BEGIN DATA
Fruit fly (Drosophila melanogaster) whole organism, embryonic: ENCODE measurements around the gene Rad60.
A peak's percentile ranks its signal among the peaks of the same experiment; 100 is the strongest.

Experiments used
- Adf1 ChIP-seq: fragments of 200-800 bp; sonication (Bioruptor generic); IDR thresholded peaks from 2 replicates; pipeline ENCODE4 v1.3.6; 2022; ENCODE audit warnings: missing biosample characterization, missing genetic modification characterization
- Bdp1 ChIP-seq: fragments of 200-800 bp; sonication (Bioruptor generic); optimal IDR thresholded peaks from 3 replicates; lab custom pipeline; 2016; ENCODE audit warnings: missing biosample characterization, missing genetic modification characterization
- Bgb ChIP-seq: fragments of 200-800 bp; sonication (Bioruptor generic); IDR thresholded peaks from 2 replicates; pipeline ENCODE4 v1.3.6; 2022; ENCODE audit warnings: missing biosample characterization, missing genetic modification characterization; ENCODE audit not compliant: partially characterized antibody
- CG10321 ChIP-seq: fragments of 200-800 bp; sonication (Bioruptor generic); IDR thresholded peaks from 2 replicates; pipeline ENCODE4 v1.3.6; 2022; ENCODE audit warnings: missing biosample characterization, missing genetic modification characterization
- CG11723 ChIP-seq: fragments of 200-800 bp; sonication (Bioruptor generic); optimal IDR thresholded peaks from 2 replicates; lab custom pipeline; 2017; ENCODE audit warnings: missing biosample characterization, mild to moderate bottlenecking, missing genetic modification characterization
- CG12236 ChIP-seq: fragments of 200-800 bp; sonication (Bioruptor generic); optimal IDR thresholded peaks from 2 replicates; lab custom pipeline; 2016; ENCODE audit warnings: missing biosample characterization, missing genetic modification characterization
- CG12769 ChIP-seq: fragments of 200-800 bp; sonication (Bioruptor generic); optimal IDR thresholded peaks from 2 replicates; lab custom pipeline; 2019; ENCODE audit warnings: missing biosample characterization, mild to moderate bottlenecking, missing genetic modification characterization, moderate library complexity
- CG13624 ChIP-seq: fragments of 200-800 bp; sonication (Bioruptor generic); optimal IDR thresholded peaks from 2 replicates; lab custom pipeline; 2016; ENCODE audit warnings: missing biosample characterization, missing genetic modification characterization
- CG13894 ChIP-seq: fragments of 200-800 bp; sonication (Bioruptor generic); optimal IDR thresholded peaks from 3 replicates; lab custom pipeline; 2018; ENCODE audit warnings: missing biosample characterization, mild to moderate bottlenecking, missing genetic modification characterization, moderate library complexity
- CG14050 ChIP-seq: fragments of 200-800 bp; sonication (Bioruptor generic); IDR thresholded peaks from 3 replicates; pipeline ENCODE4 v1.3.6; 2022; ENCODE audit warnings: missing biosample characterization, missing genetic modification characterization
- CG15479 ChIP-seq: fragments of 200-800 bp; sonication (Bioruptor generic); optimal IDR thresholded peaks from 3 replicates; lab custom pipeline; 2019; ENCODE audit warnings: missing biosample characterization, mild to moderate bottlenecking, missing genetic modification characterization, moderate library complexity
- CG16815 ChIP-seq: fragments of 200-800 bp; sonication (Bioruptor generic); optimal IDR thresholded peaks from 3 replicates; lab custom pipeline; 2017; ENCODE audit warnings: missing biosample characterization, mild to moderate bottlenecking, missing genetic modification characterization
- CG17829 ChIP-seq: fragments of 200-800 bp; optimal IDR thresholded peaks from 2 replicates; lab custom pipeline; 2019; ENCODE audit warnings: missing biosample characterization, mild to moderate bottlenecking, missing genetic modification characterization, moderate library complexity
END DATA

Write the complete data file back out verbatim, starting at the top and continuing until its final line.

Fruit fly (Drosophila melanogaster) whole organism, embryonic: ENCODE measurements around the gene Rad60.
A peak's percentile ranks its signal among the peaks of the same experiment; 100 is the strongest.

Experiments used
- Adf1 ChIP-seq: fragments of 200-800 bp; sonication (Bioruptor generic); IDR thresholded peaks from 2 replicates; pipeline ENCODE4 v1.3.6; 2022; ENCODE audit warnings: missing biosample characterization, missing genetic modification characterization
- Bdp1 ChIP-seq: fragments of 200-800 bp; sonication (Bioruptor generic); optimal IDR thresholded peaks from 3 replicates; lab custom pipeline; 2016; ENCODE audit warnings: missing biosample characterization, missing genetic modification characterization
- Bgb ChIP-seq: fragments of 200-800 bp; sonication (Bioruptor generic); IDR thresholded peaks from 2 replicates; pipeline ENCODE4 v1.3.6; 2022; ENCODE audit warnings: missing biosample characterization, missing genetic modification characterization; ENCODE audit not compliant: partially characterized antibody
- CG10321 ChIP-seq: fragments of 200-800 bp; sonication (Bioruptor generic); IDR thresholded peaks from 2 replicates; pipeline ENCODE4 v1.3.6; 2022; ENCODE audit warnings: missing biosample characterization, missing genetic modification characterization
- CG11723 ChIP-seq: fragments of 200-800 bp; sonication (Bioruptor generic); optimal IDR thresholded peaks from 2 replicates; lab custom pipeline; 2017; ENCODE audit warnings: missing biosample characterization, mild to moderate bottlenecking, missing genetic modification characterization
- CG12236 ChIP-seq: fragments of 200-800 bp; sonication (Bioruptor generic); optimal IDR thresholded peaks from 2 replicates; lab custom pipeline; 2016; ENCODE audit warnings: missing biosample characterization, missing genetic modification characterization
- CG12769 ChIP-seq: fragments of 200-800 bp; sonication (Bioruptor generic); optimal IDR thresholded peaks from 2 replicates; lab custom pipeline; 2019; ENCODE audit warnings: missing biosample characterization, mild to moderate bottlenecking, missing genetic modification characterization, moderate library complexity
- CG13624 ChIP-seq: fragments of 200-800 bp; sonication (Bioruptor generic); optimal IDR thresholded peaks from 2 replicates; lab custom pipeline; 2016; ENCODE audit warnings: missing biosample characterization, missing genetic modification characterization
- CG13894 ChIP-seq: fragments of 200-800 bp; sonication (Bioruptor generic); optimal IDR thresholded peaks from 3 replicates; lab custom pipeline; 2018; ENCODE audit warnings: missing biosample characterization, mild to moderate bottlenecking, missing genetic modification characterization, moderate library complexity
- CG14050 ChIP-seq: fragments of 200-800 bp; sonication (Bioruptor generic); IDR thresholded peaks from 3 replicates; pipeline ENCODE4 v1.3.6; 2022; ENCODE audit warnings: missing biosample characterization, missing genetic modification characterization
- CG15479 ChIP-seq: fragments of 200-800 bp; sonication (Bioruptor generic); optimal IDR thresholded peaks from 3 replicates; lab custom pipeline; 2019; ENCODE audit warnings: missing biosample characterization, mild to moderate bottlenecking, missing genetic modification characterization, moderate library complexity
- CG16815 ChIP-seq: fragments of 200-800 bp; sonication (Bioruptor generic); optimal IDR thresholded peaks from 3 replicates; lab custom pipeline; 2017; ENCODE audit warnings: missing biosample characterization, mild to moderate bottlenecking, missing genetic modification characterization
- CG17829 ChIP-seq: fragments of 200-800 bp; optimal IDR thresholded peaks from 2 replicates; lab custom pipeline; 2019; ENCODE audit warnings: missing biosample characterization, mild to moderate bottlenecking, missing genetic modification characterization, moderate library complexity